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What to include in a CV

CV AdviceSuzie Finch
What to include in a CV - You’ve Got This!

What to include in a CV - You’ve Got This!

Your Curriculum Vitae (also called a CV or a résumé if you reside in the US or Canada) is perhaps the single most important document you'll produce in your lifetime, done correctly it will open the doors to amazing careers, opportunities and people.  Don't underestimate it!

This initial 1 or 2-page summary allows you to express your skills, education, experience and personality when selling yourself to employers. Below we've listed what to include in a CV.

What to include in a CV…

Personal / Contact Details

The following should be included in your CV as mandatory: Full name, contact phone number, email address and general location (a full address isn't necessary a city/ town is fine).

A photograph can be a nice addition to your application, however this is down to personal choice and is more relevant to certain career paths (i.e. marketing, creative, customer facing roles etc.)

It is not necessary to include your Date of Birth, in fact I would actively advise not to include this on your CV.


A Brief Introduction

Think of this as your elevator pitch, a concise and succinct statement that sells your skills, experiences and sector specialisms.  It should give the reader (a future employer) a clear idea of what you have achieved and where your career is heading.


Education & Professional Qualifications

List formal education with dates and the grades you achieved.  Headline information is fine, employers and recruiters are typically only skim reading this information.

Over the years I’ve reviewed many applications where grades have simply been omitted, when this happens employers and recruiters tend to consider the worst grade was obtained (which is often not the case), I’d always recommend including your grades.

Just to add, unless you’re just starting your career I would say it isn’t necessary to include any qualifications below A-Levels.


Employment history

When listing your employment history be sure that it is done in a reverse chronological order (this CV example will give you an idea of what I mean: Reverse Chronological Resume). 

Under each role include a brief summary on each of your past employers, this should cover how many employees they have and what sector they operate in.  This is useful information to future employers and is often overlooked.

Focus on the duties you have performed as well as the value you’ve delivered. Quantifiable statements such as “In 2017 I designed and implemented a social media strategy which increased traffic by 32% resulting in a 4.6% uplift in sales” work well! Companies can directly relate this type of information to their business and understand how you could deliver value.

For longer careers you don’t need to show all positions (it’s likely that many older positions are totally irrelevant anyway), you’ll find that going back 10 years will be enough, oh and don’t go too heavy on bullet points, I would advise to include no more than 7 bullet points per employer.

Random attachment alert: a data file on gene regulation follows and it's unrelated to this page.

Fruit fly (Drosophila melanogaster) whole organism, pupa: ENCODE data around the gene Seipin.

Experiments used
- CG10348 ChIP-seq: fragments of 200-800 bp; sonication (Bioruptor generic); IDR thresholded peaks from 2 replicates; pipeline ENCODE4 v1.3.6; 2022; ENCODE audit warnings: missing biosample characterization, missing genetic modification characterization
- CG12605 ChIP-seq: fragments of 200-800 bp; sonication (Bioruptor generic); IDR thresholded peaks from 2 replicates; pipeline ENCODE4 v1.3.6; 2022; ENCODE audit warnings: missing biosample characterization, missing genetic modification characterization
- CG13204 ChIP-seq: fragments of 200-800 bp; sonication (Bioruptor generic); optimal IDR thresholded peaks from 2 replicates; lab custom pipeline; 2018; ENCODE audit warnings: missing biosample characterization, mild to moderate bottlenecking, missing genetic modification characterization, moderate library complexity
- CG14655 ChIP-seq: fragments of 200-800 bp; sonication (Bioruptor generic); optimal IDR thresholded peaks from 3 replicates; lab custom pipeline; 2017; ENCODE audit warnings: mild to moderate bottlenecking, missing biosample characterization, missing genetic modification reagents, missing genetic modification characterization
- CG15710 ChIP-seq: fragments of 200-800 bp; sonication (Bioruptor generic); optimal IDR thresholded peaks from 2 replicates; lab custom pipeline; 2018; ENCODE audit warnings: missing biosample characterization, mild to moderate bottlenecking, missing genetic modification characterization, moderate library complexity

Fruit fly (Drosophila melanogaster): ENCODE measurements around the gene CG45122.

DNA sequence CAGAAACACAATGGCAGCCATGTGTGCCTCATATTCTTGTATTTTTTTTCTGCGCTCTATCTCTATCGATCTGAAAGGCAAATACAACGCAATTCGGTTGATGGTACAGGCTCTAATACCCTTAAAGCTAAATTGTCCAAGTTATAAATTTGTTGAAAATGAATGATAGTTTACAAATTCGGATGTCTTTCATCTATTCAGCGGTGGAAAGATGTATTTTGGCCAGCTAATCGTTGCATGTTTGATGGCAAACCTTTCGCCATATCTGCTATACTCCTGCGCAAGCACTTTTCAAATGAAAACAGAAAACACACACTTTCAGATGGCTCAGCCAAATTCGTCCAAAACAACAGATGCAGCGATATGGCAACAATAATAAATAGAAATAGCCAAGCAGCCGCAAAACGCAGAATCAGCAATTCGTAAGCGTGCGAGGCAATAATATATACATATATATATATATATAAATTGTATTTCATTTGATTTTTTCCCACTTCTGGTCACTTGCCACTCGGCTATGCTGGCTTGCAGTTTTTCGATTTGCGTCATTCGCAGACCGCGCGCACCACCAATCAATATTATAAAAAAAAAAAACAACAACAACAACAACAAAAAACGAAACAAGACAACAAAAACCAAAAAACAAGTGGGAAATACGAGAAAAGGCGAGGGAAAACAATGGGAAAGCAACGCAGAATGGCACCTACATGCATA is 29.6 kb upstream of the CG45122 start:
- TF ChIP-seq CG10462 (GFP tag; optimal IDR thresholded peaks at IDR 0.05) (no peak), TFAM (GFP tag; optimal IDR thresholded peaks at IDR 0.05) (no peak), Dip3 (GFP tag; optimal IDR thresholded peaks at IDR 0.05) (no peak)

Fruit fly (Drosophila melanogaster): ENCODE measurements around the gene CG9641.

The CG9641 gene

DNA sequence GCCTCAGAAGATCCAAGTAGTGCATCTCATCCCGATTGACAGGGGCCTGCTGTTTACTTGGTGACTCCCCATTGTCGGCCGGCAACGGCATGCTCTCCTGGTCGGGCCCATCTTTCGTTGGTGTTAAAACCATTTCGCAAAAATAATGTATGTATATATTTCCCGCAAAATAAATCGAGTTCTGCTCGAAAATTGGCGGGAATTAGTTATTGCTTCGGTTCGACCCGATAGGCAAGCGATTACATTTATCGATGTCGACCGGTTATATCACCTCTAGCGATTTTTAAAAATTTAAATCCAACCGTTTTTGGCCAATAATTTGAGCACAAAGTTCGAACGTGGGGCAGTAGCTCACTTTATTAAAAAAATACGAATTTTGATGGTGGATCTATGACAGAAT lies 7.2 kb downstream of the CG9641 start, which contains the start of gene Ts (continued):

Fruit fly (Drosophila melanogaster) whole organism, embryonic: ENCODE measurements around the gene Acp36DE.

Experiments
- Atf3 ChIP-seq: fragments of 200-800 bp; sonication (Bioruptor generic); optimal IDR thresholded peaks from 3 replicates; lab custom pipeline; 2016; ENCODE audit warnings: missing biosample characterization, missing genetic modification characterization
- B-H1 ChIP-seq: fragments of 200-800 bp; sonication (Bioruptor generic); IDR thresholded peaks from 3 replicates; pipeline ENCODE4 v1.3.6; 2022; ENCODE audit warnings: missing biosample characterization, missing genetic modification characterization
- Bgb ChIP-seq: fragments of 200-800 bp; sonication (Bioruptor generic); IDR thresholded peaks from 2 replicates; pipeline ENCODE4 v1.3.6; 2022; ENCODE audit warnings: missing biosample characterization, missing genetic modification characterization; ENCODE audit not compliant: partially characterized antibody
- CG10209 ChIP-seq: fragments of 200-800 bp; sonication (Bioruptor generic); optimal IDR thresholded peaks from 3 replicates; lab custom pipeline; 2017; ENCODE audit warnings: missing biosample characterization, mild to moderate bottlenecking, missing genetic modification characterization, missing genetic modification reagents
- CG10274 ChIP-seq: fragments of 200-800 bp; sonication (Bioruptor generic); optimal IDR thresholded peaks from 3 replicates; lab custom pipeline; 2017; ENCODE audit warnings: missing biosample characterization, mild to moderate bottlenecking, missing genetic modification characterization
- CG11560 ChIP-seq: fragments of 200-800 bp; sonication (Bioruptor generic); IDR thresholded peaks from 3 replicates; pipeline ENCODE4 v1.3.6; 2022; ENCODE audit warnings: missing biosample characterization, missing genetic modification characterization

Skills & Achievements

Here you can talk about (or list) your relevant skills and achievements, you can use an array of methods to display this information, graphs, line charts, lists etc.  Either way this information is a great way to bring your CV to life by adding that little graphical touch (be bold and stand-out).

In this Modern CV Template I’ve created a design that uses doughnut graphs, where in this Resume Template I’ve used line charts to express skills.

Focus on your core skills and keep it relevant to the positions you are applying for, resist the temptation to include all software and technology you have ever worked with (does some of it even exist anymore), use an employer’s job advert to truly understand their required skills and mirror your CV against these.


Hobbies (Optional)

Considered as secondary information the hobbies / interests section is not necessary but does give you an extra chance to express your personality and include activities that might support your application. 

In the past I have been asked to filter based on this field – it was a snowboarding company and they stipulated that all applicants must have an interest in winter sports.  So keep things like this in mind when filling this information in.


References (optional)

 Listing references is optional, however you should always include the header with the term “available on request” if you intend to leave this information blank.

I would actually advise against including direct names and contact details on your CV as this information can be misused by recruitment agents (believe me when I say this does happen and more often than you may think).

My advice would be to hold back personal reference information and only supply this directly to the employer or recruiter once your application has progressed through the initial stages.


Anything Else To Include In A CV?

If you include this information on a CV you’ll have covered all the basics and produced a solid document to take forward.

To enhance it you may wish to include additional information that relates directly to your industry.  Certain employers within niche sectors sometimes like to see additional information, for example an application made for an Architectural Technician may require additional project and budgetary information or creative links and portfolios for design roles.  Academic roles tend to require longer applications which include published papers and speaking gigs etc.  Understand the market you’re in.

This should give you a basis for what to include on your CV / Resume for examples please take inspiration from these CV Examples listed on my website.